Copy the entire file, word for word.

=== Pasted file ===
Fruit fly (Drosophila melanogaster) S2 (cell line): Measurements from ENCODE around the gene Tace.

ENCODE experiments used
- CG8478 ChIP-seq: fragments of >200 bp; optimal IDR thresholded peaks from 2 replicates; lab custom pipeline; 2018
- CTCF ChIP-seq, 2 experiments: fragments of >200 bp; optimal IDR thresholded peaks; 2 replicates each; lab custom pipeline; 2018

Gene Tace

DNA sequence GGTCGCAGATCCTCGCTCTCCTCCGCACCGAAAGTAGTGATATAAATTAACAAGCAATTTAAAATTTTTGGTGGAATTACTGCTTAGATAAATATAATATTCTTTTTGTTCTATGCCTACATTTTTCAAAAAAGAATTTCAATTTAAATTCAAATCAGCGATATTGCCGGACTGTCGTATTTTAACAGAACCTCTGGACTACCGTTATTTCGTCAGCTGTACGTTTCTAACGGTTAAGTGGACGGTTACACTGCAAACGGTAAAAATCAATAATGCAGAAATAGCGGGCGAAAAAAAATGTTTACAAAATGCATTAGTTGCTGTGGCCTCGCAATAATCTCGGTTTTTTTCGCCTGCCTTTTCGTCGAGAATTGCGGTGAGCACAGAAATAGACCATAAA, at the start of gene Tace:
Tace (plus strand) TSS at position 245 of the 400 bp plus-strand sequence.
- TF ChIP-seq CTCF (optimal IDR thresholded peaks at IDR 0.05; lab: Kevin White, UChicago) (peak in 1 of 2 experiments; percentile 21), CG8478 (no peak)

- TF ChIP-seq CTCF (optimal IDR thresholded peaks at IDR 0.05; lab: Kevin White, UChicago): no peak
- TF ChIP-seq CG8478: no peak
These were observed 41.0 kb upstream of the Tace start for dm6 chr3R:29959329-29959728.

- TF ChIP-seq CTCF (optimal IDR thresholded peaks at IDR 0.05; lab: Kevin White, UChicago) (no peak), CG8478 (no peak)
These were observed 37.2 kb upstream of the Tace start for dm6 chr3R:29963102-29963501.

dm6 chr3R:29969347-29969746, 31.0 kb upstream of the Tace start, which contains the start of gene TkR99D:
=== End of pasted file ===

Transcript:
Fruit fly (Drosophila melanogaster) S2 (cell line): Measurements from ENCODE around the gene Tace.

ENCODE experiments used
- CG8478 ChIP-seq: fragments of >200 bp; optimal IDR thresholded peaks from 2 replicates; lab custom pipeline; 2018
- CTCF ChIP-seq, 2 experiments: fragments of >200 bp; optimal IDR thresholded peaks; 2 replicates each; lab custom pipeline; 2018

Gene Tace

DNA sequence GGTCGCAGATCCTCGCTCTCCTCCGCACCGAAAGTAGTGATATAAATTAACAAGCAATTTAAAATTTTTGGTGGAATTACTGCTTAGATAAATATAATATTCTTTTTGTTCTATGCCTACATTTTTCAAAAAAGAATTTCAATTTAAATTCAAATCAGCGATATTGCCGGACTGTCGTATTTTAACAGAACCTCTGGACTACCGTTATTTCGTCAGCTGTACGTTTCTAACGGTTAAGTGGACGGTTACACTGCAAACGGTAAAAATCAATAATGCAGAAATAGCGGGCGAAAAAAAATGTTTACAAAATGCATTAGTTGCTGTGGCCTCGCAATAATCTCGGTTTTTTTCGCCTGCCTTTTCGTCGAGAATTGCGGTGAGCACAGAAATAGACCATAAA, at the start of gene Tace:
Tace (plus strand) TSS at position 245 of the 400 bp plus-strand sequence.
- TF ChIP-seq CTCF (optimal IDR thresholded peaks at IDR 0.05; lab: Kevin White, UChicago) (peak in 1 of 2 experiments; percentile 21), CG8478 (no peak)

- TF ChIP-seq CTCF (optimal IDR thresholded peaks at IDR 0.05; lab: Kevin White, UChicago): no peak
- TF ChIP-seq CG8478: no peak
These were observed 41.0 kb upstream of the Tace start for dm6 chr3R:29959329-29959728.

- TF ChIP-seq CTCF (optimal IDR thresholded peaks at IDR 0.05; lab: Kevin White, UChicago) (no peak), CG8478 (no peak)
These were observed 37.2 kb upstream of the Tace start for dm6 chr3R:29963102-29963501.

dm6 chr3R:29969347-29969746, 31.0 kb upstream of the Tace start, which contains the start of gene TkR99D: